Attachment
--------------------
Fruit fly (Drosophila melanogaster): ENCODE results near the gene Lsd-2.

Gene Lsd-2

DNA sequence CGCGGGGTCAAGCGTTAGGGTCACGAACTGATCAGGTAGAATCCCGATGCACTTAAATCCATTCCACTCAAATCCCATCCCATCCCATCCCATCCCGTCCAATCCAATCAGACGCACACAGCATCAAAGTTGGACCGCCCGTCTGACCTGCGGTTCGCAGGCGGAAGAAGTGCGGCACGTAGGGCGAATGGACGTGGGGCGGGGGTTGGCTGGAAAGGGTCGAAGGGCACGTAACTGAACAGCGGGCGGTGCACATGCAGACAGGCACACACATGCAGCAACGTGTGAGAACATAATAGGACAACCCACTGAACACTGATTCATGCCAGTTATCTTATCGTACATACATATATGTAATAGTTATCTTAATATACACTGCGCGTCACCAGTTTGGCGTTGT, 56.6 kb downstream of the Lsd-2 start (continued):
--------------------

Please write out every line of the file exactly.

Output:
Fruit fly (Drosophila melanogaster): ENCODE results near the gene Lsd-2.

Gene Lsd-2

DNA sequence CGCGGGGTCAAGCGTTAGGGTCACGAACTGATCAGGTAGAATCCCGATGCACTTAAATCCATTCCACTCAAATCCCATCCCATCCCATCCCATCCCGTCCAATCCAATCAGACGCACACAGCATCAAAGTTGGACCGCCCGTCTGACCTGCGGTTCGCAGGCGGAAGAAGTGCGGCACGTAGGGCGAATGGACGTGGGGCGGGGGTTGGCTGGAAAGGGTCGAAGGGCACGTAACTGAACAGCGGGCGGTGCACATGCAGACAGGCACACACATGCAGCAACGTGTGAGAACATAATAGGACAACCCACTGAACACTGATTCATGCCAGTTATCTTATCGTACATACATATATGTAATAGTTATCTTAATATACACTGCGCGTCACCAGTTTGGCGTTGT, 56.6 kb downstream of the Lsd-2 start (continued):